The method of writing–it ain’t written in stone, ya know

Nah, in case you’re wondering—this isn’t a heavy post about how writing has evolved over the centuries, and I promise not to start spouting my knowledge (or lack of) of the history of authors and their styles.

This is merely an acknowledgement of how I’ve changed as a writer. As in, learned to adapt.

It’s not uncommon for aspiring writers to approach authors and ask: I want to write a book, how do I start? How do I write it? I have an idea in my head but don’t know how to get it out?

Other than the most common answer of: Well, how about you just start writing and see where it goes, kind of answer, I’m slowly coming to realise that you can’t give a more in depth answer, because it’s simply just not that cut and dry.

Now, before I get a tonne of hate about not mentioning the art of sentence crafting, and maintaining consistency in POV’s and tense, and impossible action sentences, and avoiding big fat plot holes, or the sensible-ness of plotting, this post isn’t about those. It’s about writing. Just writing. Mine, in particular.

You see, when I wrote my very first novel (no, you won’t ever get to read it—for good reason), I was incredibly anal about how I wrote. I didn’t even open up my PC (I had a desktop then). I opened the first pad I grabbed, picked up a pen, tapped the lidded end against my teeth a few times whilst staring at the ceiling … and then started to write. My entire first novel was written completely by hand … and then I proceeded to type it all up. For my second novel, which happened to be a sequel to my first (incredibly bad) novel, I did pretty much exactly the same, except I would pause to type up what I had in slightly shorter spurts before writing on again. I broke the mould a little for my third novel, which was a twequel to make my two books into a trilogy, and mixed it up between scribbling in my pad to typing it up, which then led to me continuing to type even once I ran out of stuff to type up, until I switched off for the night, and the next morning I would begin this way all over again.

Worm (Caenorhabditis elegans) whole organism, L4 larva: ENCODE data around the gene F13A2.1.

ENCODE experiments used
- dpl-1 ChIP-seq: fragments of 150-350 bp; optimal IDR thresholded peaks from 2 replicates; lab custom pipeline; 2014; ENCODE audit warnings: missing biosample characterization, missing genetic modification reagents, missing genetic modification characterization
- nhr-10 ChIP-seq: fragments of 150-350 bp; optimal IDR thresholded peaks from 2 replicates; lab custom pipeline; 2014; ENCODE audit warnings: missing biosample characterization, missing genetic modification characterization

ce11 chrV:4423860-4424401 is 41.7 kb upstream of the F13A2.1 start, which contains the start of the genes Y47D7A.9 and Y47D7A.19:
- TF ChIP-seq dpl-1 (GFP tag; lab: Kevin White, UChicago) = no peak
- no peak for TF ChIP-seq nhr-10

And then I reached the point of writing Darkness & Light. Darkness & Light was almost completely written in MS Word. Like my head had finally figured out that it was a much quicker way of writing—Eureka!—and trust me when I say my head felt like it would explode if I didn’t get D&L out of my head as fast as freaking possible. Same for Blue Moon. Same for Instinct. For Eternal. For Marked.